So then we should have an affirmative action military draft? Again, I assume this is the number one demand of feminists? And feminists are marching down to military recruiting offices and volunteering for duty in Afghanistan to fight "patriarchical" groups like the Taliban?


Someone asked what happened to Hypatia (the 5th century female mathemetician). Here's an answer:

"A few years later, according to one report, Hypatia was brutally murdered by the Nitrian monks who were a fanatical sect of Christians who were supporters of Cyril. According to another account (by Socrates Scholasticus) she was killed by an Alexandrian mob under the leadership of the reader Peter. What certainly seems indisputable is that she was murdered by Christians who felt threatened by her scholarship, learning, and depth of scientific knowledge."

In other words, she got equal treatment to men such as Socrates, Giodano Bruno and Timothy Leary.

Q Grrl

No, Mr. Bad, you were implying that women shouldn't complain about low numbers of women in science/math etc. because women choose not to participate. Yet you don't bother to define choice or how one might be socially coerced into not making certain choices. I'm saying that by your line of reasoning, men don't have a leg to stand on when complaining about funding if they chose a sport that receives less than others. Because it's all contingent on personal choice, right? I mean, you aren't trying to say that men are influenced by outside social forces (like Title IX), but that women aren't when it comes to attendance in math or science fields. Sounds like a right old fashioned double standard that you're preaching.

Q Grrl

Alexander, if you read any feminist blogs, boards, or books, you would realize that feminists are fighting to get women into combat roles; yes this would include the draft. If one cannot fight for one's country, one cannot believe that one is a full citizen. To not be "allowed" to fight, makes one an object, not a citizen, which other citizens must protect. That's not equality, son.


Q Grrl, I believe in equal opportunity WRT the draft - don't draft anyone.


Amen, Cait, amen. Give me that old time peace church religion!


"But surely the PRIMARY purpose of sports programs at the college level should be to serve the sports' participants, not to entertain crowds of people."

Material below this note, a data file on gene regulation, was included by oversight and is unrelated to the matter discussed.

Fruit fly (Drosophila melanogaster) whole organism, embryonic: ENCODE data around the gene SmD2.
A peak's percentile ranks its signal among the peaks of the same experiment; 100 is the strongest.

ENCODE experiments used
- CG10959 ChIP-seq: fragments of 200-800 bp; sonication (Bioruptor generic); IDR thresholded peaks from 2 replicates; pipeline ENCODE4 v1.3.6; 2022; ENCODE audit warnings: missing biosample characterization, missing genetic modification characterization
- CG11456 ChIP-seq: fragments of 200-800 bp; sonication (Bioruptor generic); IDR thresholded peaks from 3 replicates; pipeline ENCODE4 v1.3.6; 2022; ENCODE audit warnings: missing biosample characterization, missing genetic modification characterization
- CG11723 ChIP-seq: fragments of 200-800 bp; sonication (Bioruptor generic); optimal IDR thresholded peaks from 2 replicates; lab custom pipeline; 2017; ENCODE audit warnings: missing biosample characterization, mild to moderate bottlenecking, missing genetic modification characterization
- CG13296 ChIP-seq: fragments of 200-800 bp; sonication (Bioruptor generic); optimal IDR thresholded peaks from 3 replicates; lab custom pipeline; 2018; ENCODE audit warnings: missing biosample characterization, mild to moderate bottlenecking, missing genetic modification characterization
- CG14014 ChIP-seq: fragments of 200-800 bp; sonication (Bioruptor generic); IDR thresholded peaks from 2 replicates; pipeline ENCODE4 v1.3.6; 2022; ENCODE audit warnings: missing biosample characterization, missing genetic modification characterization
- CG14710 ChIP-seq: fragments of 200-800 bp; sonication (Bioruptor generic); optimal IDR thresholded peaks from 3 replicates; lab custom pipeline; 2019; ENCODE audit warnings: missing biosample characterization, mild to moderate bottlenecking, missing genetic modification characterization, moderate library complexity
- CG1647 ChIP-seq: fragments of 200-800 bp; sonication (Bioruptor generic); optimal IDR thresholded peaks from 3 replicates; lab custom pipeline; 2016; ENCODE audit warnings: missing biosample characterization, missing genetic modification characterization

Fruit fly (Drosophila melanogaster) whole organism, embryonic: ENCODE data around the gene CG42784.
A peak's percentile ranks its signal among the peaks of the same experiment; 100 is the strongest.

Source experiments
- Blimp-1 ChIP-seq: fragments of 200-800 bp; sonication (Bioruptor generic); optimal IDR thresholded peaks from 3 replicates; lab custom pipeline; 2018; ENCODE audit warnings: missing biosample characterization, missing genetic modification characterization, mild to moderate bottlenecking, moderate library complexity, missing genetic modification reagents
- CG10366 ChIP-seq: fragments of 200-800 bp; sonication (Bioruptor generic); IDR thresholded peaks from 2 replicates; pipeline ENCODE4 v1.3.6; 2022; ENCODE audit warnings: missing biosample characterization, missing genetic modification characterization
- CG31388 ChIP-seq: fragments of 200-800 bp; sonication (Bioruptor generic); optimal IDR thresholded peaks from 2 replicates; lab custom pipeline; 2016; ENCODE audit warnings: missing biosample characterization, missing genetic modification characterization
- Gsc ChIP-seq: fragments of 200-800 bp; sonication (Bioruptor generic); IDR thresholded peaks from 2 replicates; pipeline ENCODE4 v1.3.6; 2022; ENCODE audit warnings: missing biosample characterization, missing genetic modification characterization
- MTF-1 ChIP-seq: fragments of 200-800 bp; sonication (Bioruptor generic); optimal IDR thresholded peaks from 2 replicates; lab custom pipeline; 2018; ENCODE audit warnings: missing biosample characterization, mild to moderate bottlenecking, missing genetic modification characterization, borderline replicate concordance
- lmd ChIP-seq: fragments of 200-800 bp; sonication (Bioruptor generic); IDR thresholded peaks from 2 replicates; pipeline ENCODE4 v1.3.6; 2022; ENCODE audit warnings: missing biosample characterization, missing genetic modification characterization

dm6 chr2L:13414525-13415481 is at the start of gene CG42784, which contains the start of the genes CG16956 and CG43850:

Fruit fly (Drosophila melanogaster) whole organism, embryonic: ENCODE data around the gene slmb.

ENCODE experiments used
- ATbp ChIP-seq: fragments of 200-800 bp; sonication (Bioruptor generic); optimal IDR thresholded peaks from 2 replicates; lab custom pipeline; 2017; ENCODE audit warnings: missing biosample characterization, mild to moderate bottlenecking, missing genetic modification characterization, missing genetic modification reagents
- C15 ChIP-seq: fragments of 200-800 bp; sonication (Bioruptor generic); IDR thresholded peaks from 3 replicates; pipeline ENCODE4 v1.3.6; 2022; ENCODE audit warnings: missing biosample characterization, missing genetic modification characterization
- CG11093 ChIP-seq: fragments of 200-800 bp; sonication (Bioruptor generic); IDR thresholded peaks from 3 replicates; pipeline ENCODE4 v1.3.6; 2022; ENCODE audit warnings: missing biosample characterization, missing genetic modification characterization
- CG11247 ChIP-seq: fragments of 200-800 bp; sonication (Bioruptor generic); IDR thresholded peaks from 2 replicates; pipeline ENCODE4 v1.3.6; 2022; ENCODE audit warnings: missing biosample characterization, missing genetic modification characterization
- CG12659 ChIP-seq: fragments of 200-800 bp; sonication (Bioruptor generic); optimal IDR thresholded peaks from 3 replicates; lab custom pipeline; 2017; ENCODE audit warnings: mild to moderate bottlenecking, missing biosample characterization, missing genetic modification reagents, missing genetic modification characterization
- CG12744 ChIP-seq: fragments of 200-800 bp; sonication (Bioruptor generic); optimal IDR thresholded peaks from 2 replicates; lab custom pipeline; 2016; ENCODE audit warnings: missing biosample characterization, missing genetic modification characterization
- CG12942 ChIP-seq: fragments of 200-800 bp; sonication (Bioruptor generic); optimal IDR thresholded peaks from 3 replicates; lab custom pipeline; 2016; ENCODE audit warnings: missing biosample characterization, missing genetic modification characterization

Outstanding point HappyF! You hit the nail on the head.

I agree with the concept of Title IX. But, I swam at my college so I am a little sensitive to the cuts that have happened to a lot of men's swimming programs. Personally, I would like to see a system that eliminates football from the discussion and just looks at equality in the other sports. Title IX may even do that, I just do not know enough about it.


Will, eliminating football from the discussion is like eliminating Microsoft from a discussion about the future of desktop software -- not an impossible task, but a bit of a mental leap. You're right -- college sports don't exist to entertain or make money (and contrary to popular belief, many D1 football programs LOSE money too). They exist to provide opportunities for growth to their own students. And those opportunities need to be commensurate with the gender ratio of the student body.



I agree that many lose money. (I think I mentioned that above...)
But they do generate money. The key is not spending too much.


Hear, hear, Caitronia. I have strong pacifist tendencies, but not overwhelming ones, so I would like to see a military where any and all positions are open to volunteers of any gender or sexual orientation, but no draft.

Alexander, I think you made the same misinterpretational mistake Mr Bad did. Please see my last comment or two.

On the issue of 'repression', do you consider anti-discrimination laws in general repressive? Do you consider Title IX repressive independent of the fact that it's conditional upon the school receiving certain government funds? Phyllis Schlafly and other anti-feminists could certainly open a school that did not give women's sports any funding; and, so long as they received no government support, they would not be in violation of Title IX, as I understand it. Thus, as a 'carrot' rather than a 'stick', I do not consider it repressive.


Note, I said that it was 20th Century philosophy. You're going to tell me that women didn't contribute to philosophy in the last century?